Sororicides in Ghana: A Study of Homicidal Aggression Against Sisters

Mensah Adinkrah, Ebony Jenkins

Research output: Contribution to journalArticlepeer-review

1 Scopus citations


Sororicide has received scarce attention in the homicide literature. This is particularly the case for sororicide incidents occurring in the nonindustrialized, non-Western world. To help address this gap in the literature and extend the study of sororicides, the current exploratory, descriptive study examined the major characteristics of 18 media-reported sororicides that occurred in Ghana from 1990 to 2017, including the sociodemographic characteristics of victims and offenders, victim–offender relationship, incident location, modus operandi, motive, and criminal justice outcomes. The results show that sororicide represents a minuscule proportion of all homicides that occur in the country annually. Brothers were overwhelmingly the perpetrators of sororicide, accounting for 17 of the 18 killings. The findings indicate that a substantial proportion of the sororicides occurred in the context of disputes over money, land, property, or inheritance. Two brothers killed sisters they suspected of maleficent witchcraft.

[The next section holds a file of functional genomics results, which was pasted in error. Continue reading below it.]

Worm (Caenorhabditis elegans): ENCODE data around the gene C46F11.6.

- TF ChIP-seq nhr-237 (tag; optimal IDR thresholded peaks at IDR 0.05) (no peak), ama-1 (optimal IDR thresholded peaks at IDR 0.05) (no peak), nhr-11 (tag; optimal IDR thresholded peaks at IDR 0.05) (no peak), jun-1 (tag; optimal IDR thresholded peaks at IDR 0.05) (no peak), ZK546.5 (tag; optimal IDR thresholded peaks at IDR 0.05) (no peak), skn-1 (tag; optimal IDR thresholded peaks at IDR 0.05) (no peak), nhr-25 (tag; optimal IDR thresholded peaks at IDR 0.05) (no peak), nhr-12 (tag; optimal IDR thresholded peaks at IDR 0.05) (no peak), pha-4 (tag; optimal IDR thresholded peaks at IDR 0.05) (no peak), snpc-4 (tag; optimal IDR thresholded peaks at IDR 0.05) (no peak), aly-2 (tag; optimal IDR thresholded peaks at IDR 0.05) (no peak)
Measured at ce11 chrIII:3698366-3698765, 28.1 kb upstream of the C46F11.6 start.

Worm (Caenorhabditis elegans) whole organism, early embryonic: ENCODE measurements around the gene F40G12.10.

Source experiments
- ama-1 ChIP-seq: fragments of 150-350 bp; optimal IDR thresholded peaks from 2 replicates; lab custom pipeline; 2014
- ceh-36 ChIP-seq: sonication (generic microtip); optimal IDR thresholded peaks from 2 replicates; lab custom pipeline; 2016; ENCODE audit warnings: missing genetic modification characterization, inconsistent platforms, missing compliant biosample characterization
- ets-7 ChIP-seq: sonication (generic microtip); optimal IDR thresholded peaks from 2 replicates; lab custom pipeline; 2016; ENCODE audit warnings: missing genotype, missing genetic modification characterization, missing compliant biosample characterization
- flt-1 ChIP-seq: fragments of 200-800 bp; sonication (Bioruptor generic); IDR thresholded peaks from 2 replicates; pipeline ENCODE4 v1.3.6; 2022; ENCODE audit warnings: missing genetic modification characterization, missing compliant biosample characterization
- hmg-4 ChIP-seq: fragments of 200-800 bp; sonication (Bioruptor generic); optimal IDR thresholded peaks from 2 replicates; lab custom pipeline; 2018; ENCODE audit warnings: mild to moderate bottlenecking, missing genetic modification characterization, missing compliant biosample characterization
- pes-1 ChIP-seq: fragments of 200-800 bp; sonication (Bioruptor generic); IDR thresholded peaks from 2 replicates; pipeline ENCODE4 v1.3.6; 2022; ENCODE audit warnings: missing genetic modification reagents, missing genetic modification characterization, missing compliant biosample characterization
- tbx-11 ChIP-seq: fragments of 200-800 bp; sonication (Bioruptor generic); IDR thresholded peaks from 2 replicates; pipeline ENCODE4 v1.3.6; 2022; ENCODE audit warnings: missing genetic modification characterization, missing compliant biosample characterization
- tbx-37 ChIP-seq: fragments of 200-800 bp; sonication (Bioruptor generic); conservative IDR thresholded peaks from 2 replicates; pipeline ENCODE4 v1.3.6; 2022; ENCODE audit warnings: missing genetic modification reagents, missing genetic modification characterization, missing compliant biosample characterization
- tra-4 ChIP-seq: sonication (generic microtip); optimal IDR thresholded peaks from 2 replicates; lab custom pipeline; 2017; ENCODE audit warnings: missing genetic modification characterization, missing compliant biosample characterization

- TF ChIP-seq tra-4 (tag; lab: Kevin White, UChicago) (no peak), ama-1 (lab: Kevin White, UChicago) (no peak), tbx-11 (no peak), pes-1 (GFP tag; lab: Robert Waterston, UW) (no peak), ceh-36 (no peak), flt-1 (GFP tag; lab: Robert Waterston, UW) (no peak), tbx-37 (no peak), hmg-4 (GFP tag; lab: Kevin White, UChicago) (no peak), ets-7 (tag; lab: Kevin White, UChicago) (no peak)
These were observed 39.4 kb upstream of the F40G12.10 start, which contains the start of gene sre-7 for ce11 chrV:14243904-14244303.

Original languageEnglish
Pages (from-to)1265-1288
Number of pages24
JournalInternational Journal of Offender Therapy and Comparative Criminology
Issue number8
StatePublished - Jun 1 2019


  • Africa
  • Ghana
  • fratricide
  • homicide
  • siblicide
  • sororicide


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